Wednesday, August 28, 2013
Academic Testing for Preschoolers
“Some D.C. parents are protesting a proposal by the city’s public charter school board to rank preschools based largely on how children as young as 3 are performing on reading and math tests.”
The public charter school board wants to use the information to determine how charter schools compare to one another and to give teachers information on student’s progress so that they can prepare them for kindergarten.
“Early assessments of reading and math skills are administrated in preschool classes throughout the country, but they are typically used to improve instruction and target lessons to children’s varying needs.”
Based on Sara Mead, “The Charter school board’s rating system could inform decisions about whether a charter school would be closed.”
Although this seems like a good idea in determining how a school can better its program through assessments, it doesn't seem like a good idea if the information is being used to determine whether a charter school will closed, or to compare one student’s development to another.
It defeats the purpose of trying to make sure all students get a foundation to early years learning, which will not happen if they start closing down schools
I don’t think anything is wrong with assessing a student’s progress for a parent teacher conference, but to see how a student is doing in comparison to other student is not accurate, since some students might not have the emotional or social development that another students has.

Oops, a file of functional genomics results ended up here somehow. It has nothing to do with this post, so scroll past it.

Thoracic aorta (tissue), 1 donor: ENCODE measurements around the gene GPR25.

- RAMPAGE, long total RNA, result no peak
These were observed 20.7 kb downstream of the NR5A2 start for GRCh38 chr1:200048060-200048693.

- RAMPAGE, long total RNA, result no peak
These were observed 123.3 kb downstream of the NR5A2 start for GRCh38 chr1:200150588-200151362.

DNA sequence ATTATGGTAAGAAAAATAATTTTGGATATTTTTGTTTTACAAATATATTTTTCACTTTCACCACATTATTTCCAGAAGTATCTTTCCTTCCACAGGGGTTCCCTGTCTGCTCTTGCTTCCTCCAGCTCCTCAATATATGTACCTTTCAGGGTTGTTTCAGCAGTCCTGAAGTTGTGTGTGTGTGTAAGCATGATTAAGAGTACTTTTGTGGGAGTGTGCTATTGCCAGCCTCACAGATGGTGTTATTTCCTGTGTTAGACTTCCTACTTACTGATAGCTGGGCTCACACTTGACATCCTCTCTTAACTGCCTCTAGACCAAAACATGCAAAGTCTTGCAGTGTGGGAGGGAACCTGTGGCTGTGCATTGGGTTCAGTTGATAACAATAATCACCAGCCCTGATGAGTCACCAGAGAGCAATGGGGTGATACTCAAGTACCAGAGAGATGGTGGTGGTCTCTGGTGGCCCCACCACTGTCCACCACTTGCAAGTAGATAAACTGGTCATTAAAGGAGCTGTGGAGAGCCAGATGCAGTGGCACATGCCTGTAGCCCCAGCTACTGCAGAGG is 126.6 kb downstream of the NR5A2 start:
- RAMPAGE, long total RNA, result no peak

As one parent said in the article, they should be concentrating on the student’s social and emotional development. Which I think is as equally important as the academic part of early childhood education.
When I started in Early Childhood, the pre-kindergarten students were being tested before entering kindergarten to see if they were emotionally, socially and academically ready to start school. I think this was an excellent idea. It not only gives the kindergarten teacher a sense of where each student is, it also shows which students were getting quality care, in a since, forcing Pre-kindergarten teachers to provide the students with a good educational foundation.
As a Pre-kindergarten teacher, I have always consulted with Kindergarten teachers to create a lesson plan that bridged the gap between my class and a kindergarten classroom. I’ll talk more about this is my next blog.